Monday, April 9, 2018
Marking the annual security study's 10th year, the 105-page report revealed fewer physical POS system attacks. Yet retail (16.7 percent of breach incidents) and payment card data (targeted in 40 percent of breaches) remain top targets for cybercriminals. "There's actually been a decline in attacks that target point-of-sale systems, which points to the maturing of security in brick-and-mortar retail shops," said Karl Sigler, Manager of Threat Intelligence at Trustwave.
The report found that ecommerce has taken up much of the slack for on-site exploits. Thirty percent of exploits studied occurred in ecommerce environments versus 20 percent for physical POS environments. Spam, representing 39.2 percent of inbound email, has dropped in recent years. As these types of attacks become less effective, exploits involving phishing and social engineering are gaining, according to Trustwave.
A section of the report addresses a type of phishing attack that has impacted a number of hotels. To initiate the attack, the hotel receives a call from the criminal indicating a problem making the reservation. The clerk is asked to open an email attachment containing reservation details and once opened the hotel computer is infected with malware. Sigler stressed the importance of being skeptical in phone and email situations, and taking steps to confirm the legitimacy of callers or senders before any action is taken.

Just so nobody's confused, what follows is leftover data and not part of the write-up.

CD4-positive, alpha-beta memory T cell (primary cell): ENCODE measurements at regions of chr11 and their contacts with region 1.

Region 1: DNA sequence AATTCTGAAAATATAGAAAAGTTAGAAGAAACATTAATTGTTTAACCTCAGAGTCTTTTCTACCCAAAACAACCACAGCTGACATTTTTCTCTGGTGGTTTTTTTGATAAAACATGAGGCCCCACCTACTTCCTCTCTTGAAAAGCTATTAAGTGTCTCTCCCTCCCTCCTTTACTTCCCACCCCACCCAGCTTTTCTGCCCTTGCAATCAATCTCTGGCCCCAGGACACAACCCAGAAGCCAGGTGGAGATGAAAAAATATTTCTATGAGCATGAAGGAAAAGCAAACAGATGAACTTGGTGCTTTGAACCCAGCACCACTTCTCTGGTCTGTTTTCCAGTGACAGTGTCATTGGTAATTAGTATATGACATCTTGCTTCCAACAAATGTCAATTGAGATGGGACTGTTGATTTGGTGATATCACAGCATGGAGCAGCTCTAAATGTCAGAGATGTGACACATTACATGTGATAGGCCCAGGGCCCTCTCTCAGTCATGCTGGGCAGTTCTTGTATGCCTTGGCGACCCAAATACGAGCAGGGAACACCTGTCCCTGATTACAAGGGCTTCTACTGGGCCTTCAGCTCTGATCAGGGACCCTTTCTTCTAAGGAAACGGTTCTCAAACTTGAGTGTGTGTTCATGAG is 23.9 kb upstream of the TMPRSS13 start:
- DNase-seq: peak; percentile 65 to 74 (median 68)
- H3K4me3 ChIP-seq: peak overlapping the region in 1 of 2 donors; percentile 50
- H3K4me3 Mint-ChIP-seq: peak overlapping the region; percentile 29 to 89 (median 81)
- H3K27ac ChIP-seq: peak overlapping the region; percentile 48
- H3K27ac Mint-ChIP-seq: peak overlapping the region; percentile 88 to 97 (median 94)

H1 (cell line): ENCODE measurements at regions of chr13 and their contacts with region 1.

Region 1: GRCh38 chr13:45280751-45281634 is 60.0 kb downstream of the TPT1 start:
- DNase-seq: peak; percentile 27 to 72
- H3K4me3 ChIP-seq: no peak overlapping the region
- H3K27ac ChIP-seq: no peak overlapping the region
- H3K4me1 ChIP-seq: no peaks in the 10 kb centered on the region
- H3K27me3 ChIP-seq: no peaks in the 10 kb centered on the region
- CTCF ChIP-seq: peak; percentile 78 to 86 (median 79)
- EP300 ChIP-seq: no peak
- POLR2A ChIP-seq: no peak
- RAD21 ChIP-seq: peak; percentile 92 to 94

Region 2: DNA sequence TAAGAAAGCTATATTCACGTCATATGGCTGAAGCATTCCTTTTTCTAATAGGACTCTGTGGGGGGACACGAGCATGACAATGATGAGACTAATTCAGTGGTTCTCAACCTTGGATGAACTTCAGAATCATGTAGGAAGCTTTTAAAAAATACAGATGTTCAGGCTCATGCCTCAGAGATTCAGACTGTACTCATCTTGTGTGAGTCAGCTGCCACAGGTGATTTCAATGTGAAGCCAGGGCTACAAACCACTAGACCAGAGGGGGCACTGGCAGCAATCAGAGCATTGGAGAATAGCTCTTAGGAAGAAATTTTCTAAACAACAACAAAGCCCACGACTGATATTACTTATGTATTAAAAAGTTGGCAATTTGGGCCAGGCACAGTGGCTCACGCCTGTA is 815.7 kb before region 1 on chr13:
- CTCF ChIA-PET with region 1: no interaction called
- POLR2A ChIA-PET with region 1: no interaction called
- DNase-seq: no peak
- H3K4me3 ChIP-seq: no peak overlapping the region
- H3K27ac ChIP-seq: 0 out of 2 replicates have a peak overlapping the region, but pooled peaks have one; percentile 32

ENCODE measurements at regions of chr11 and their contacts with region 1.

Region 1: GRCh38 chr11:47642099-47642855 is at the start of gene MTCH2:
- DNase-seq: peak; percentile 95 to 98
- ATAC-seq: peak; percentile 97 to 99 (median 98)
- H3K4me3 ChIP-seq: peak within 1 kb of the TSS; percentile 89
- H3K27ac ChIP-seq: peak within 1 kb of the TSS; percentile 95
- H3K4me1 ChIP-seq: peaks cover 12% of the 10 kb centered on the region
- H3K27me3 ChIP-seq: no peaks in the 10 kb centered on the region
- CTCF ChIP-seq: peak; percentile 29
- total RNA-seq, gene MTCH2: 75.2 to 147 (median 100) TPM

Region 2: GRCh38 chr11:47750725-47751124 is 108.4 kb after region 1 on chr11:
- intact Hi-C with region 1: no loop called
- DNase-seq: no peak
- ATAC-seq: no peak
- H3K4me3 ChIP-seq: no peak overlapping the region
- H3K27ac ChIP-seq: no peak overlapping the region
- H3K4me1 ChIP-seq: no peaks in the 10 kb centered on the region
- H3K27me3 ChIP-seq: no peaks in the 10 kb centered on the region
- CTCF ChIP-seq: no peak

In cases like this, security can be more of a human issue than one related to technology. "You can buy all of the security products in the world, but unless you have the people and know-how to implement them correctly, they're not going to do anything for your security profile," Sigler stated.
Alarmingly, the study found that 100 percent of web applications tested displayed at least one vulnerability; 11 was the median number detected. Analysts noted that web attacks have become more prevalent and sophisticated. A number of breaches examined in the study indicated careful preplanning on the part of criminals, who probed for weak packages and tools to exploit. Cross-site scripting (XSS) topped the list in this category, involved in 40 percent of web attack attempts identified. This was followed by SQL injection, responsible for 24 percent of web attacks attempted.
XSS attacks induce websites to execute malicious script that directly impact site visitors. "If your website is vulnerable to cross-site scripting, your website itself is not vulnerable to attack, your customers are," Sigler noted. "If I know that your website is vulnerable to cross-site scripting, I can start attacking your entire customer base, which becomes a reputation hit for the organization."
Another trend Trustwave identified is increased use of fileless POS malware, which is more difficult for antivirus protections to detect. "By embedding the malicious code directly in memory, as opposed to writing it to disk, there is a lot greater chance that they're going to get away with the attack," Sigler said.
He pointed out that to combat security issues such as this, a number of heuristic (discovery through problem solving and trial and error) anti-malware systems exist that search for abnormal behavior, as opposed to the presence of a specific file, so that malware can be detected and addressed more effectively.
For a free copy of the report, visit www2.trustwave.com/globalsecurityreport.html.
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